So a Winnipegger walks into a restaurant and tries to order a beer.
"You can have that beer," the server says, "but only if you buy a plate of fries."
For decades, this annoying little exchange was no joke in Manitoba, a province with liquor laws that date back to a time when alcohol was viewed as a noxious substance.
In 2014, you can't walk into an alcohol-serving establishment licensed as a "restaurant" in this province and order a beer without also ordering food. Restaurants that operate "cocktail lounges" can sell just booze to customers, but only if there's room in those lounges.
You can order just booze in something called a "beverage room," which hotels are allowed to operate if they also house something called a "dining room." You can also order just booze in something called a "cabaret," which is a place devoted to live entertainment, which up until last month was required to have no fewer than 200 seats and wasn't allowed to have DJs.
In real life, nobody under the age of Betty White uses terms like "cocktail lounge," "beverage room" or "cabaret" when they go out and have a beer. They simply go to the bar.
As soon as April Fool's Day, these antiquated terms will be put to rest, along with a frustrating set of positively Kafkaesque Manitoba liquor regulations that included no less than 12 different liquor-licence categories.
On April 1, that number will be slashed to three. There will be one licence for liquor manufacturers, a second for liquor retailers and a third for places that serve booze by the glass.
This change should be applauded, as restaurant, hotel and club owners have been spent decades begging for simplification. The changes will allow restaurateurs to sell booze and only booze in any portion of their establishment, should their lounges fill up at night. Live music venues that serve booze can be as small as they like.
There will be an emphasis on offering food, rather than being forced to tally up exactly how much you sell. Rural hoteliers will be able to admit minors into live performances in former beverage rooms, provided kids or teens are accompanied by parents or adult guardians.
All of these baby steps are welcome because they should drastically reduce the red tape associated with serving booze in Manitoba and prevent liquor inspectors from handing out silly letter-of-the-law infractions.
But they are just baby steps. Although the Selinger government characterized the latest liquor-law update as a modernization, the moves are far from a full-blown liberalization.
In April, after a new Liquor and Gaming Control Act is enacted, Manitobans still won't be able to buy a six-pack at the local 7-Eleven. Superstore still won't be able to stock its shelves with wine.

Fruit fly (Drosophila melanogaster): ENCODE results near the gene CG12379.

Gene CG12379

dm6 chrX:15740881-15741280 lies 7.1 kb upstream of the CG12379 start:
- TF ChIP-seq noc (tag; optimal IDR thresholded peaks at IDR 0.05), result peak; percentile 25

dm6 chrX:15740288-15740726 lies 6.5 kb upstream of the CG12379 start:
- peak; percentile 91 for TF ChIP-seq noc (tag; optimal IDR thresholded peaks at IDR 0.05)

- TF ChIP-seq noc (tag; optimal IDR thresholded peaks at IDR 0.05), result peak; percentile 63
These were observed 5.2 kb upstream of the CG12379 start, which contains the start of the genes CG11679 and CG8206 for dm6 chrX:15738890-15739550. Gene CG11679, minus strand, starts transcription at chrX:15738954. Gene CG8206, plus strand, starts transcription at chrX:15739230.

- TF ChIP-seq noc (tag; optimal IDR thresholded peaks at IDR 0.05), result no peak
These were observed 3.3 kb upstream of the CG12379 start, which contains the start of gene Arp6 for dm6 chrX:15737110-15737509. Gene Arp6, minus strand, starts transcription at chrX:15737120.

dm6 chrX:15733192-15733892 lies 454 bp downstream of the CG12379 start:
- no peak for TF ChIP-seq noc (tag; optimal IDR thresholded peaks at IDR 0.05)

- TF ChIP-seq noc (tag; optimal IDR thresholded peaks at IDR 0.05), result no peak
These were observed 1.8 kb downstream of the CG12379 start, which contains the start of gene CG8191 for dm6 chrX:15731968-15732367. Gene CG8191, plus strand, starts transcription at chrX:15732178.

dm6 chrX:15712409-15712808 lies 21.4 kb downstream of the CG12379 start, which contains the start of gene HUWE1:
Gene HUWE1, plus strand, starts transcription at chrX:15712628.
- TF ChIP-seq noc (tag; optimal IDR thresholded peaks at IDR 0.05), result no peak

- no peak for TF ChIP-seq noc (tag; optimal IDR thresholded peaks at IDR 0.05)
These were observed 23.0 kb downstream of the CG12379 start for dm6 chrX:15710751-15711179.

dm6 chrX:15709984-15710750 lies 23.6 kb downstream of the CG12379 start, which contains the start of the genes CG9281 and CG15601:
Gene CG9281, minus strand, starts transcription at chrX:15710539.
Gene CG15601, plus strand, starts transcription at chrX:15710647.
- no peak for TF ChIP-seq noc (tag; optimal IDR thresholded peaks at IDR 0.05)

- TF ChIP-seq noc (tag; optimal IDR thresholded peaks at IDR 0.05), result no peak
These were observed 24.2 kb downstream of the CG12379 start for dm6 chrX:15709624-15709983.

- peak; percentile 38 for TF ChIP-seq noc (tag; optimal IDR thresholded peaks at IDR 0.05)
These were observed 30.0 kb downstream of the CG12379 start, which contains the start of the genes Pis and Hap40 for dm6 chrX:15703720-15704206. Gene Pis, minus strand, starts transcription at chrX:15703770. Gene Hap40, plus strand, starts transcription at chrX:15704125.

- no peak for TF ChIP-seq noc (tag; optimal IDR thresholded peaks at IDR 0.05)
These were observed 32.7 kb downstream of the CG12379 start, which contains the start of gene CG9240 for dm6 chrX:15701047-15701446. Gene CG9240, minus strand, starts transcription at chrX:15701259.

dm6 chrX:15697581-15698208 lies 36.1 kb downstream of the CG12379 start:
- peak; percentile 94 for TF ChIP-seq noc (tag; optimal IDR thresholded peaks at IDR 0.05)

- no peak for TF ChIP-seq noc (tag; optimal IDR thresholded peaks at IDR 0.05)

And most significantly, Manitoban entrepreneurs still won't be able to open up establishments that sell booze and only booze -- neighbourhood bars, for lack of a better term.
The new regs should all allow smaller alcohol-serving establishments to open, provided they sell food, offer live music or both. This is important and should be applauded -- but the province shouldn't stop at making life easier for gastropubs and tiny stages.
Under the new regime, standalone bars will continue to be forbidden because the province blinked and decided not to fully liberalize the licence for alcohol-serving establishments. There actually won't be a single set of rules for anyone who wants to serve booze by the glass.
The alcohol-serving licence will be broken down into four subcategories. There will be one set of rules for places that primarily function as restaurants, a second for live music venues, a third for personal-service businesses such as spas and salons, and a fourth category for custom licences, covering everything from bowling alleys to Investors Group Field.
It will remain forbidden to simply open an establishment that looks like a neighbourhood bar, a cherished institution in many U.S. cities. This is unfortunate for downtown Winnipeg, where pocket bars occupying very small spaces could help revitalize empty storefronts.
It's also unfortunate for commercial stretches of Winnipeg's outlying areas, where residents would love to be able to walk to a local bar instead of having to drive there.
The province could have further liberalized the rules, content in the knowledge Winnipeg and other municipalities can use zoning regulations to control the proliferation of alcohol-serving establishments. But it feared a free-for-all would harm existing restaurants and hotels.
Perhaps in the future, the province can loosen its necktie even further. In the meantime, we'll take the baby steps -- and raise a glass of regulated alcohol in their honour.